In the last 60 years conventional solid and electrolyte gating has allowed sizable modulations of the surface carrier concentration in metallic superconductors, resulting in tuning of their conductivity and change of their critical temperature. Recent conventional gating experiments on superconducting metal nanostructures showed full suppression of the critical current without variation of the normal-state resistance and the critical temperature. These results still lack a microscopic explanation. In this article, we describe a complete set of gating experiments on Ti-based superconducting Dayem-bridges and a proposed classical thermodynamic model that seems to account for several of our experimental findings. In particular, zero-bias resistance and critical-current IC measurements highlight the following: The suppression of IC with both polarities of gate voltage, the surface nature of the effect, the independence of critical temperature from the electric field, and the gate-induced growth of a subgap dissipative component. In addition, the temperature dependence of the Josephson critical current seems to show a transition from ballistic Kulik-Omelyanchuk behavior to Ambegaokar-Baratoff tunnellike behavior on increase of the electric field. Furthermore, the IC suppression persists in the presence of sizable perpendicular-to-plane magnetic fields. We propose a classical thermodynamic model able to describe some of the experimental observations of the present and previous work. Above all, the model grabs the bipolar-electric-field-induced suppression of IC and the emergence of a subgap dissipative component near full suppression of the supercurrent. Finally, applications using the effect discussed are proposed.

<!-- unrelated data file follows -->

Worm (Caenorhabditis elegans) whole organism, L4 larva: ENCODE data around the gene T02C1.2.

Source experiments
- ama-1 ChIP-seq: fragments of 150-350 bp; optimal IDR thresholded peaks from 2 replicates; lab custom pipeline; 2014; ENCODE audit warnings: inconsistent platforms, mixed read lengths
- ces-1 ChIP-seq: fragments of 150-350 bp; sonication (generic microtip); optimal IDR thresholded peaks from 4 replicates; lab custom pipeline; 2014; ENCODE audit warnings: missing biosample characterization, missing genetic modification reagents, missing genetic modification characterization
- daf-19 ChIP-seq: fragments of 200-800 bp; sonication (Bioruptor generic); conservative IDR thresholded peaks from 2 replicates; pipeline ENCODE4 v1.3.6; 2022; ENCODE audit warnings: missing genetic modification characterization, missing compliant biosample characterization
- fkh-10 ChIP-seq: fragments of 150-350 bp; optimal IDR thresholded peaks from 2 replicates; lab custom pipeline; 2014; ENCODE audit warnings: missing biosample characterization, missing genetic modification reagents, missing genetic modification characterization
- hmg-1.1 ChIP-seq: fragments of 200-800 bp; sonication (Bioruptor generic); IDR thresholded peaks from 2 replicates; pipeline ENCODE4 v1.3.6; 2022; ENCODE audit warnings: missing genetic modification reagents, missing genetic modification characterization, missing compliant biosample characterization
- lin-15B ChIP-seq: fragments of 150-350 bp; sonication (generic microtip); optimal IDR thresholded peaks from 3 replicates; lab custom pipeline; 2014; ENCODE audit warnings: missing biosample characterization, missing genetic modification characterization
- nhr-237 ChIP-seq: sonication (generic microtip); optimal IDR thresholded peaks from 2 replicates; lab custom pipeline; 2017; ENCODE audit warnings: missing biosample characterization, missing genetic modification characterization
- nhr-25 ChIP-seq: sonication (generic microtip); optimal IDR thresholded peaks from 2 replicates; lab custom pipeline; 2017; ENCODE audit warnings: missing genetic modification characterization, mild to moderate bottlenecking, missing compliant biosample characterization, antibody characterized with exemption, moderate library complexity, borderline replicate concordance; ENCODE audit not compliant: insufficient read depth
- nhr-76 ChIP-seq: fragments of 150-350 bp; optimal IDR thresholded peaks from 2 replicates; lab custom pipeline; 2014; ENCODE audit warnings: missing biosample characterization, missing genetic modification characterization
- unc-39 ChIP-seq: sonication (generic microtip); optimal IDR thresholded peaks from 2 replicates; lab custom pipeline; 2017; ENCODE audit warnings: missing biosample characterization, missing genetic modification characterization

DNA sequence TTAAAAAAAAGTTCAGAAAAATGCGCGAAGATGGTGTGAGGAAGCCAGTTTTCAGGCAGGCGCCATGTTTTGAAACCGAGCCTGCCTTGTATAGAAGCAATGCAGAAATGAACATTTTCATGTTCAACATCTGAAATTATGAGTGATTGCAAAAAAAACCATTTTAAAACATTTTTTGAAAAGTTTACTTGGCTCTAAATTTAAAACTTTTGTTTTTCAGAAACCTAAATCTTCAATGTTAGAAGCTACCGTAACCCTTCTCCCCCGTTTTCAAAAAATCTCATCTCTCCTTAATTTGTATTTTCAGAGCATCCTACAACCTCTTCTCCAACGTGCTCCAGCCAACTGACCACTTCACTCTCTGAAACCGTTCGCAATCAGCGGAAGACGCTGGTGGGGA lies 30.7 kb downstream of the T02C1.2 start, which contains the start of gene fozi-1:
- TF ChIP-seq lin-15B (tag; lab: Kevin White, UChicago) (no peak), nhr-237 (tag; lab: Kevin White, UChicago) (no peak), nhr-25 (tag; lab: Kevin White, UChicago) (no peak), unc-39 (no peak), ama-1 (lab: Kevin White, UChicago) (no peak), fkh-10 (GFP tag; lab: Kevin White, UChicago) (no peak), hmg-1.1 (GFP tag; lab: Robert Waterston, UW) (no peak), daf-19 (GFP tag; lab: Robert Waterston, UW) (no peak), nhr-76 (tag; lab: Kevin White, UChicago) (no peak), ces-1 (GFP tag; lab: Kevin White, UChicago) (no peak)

Magnetotransport experiments on fully metallic superconducting dayem-bridge field-effect transistors

Paolucci F.
;
De Simoni G.;Strambini E.;Ligato N.;Braggio A.;Giazotto F.
2019

Abstract

In the last 60 years conventional solid and electrolyte gating has allowed sizable modulations of the surface carrier concentration in metallic superconductors, resulting in tuning of their conductivity and change of their critical temperature. Recent conventional gating experiments on superconducting metal nanostructures showed full suppression of the critical current without variation of the normal-state resistance and the critical temperature. These results still lack a microscopic explanation. In this article, we describe a complete set of gating experiments on Ti-based superconducting Dayem-bridges and a proposed classical thermodynamic model that seems to account for several of our experimental findings. In particular, zero-bias resistance and critical-current IC measurements highlight the following: The suppression of IC with both polarities of gate voltage, the surface nature of the effect, the independence of critical temperature from the electric field, and the gate-induced growth of a subgap dissipative component. In addition, the temperature dependence of the Josephson critical current seems to show a transition from ballistic Kulik-Omelyanchuk behavior to Ambegaokar-Baratoff tunnellike behavior on increase of the electric field. Furthermore, the IC suppression persists in the presence of sizable perpendicular-to-plane magnetic fields. We propose a classical thermodynamic model able to describe some of the experimental observations of the present and previous work. Above all, the model grabs the bipolar-electric-field-induced suppression of IC and the emergence of a subgap dissipative component near full suppression of the supercurrent. Finally, applications using the effect discussed are proposed.
Settore FIS/03 - Fisica della Materia
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Utilizza questo identificativo per citare o creare un link a questo documento: http://hdl.handle.net/11384/110088
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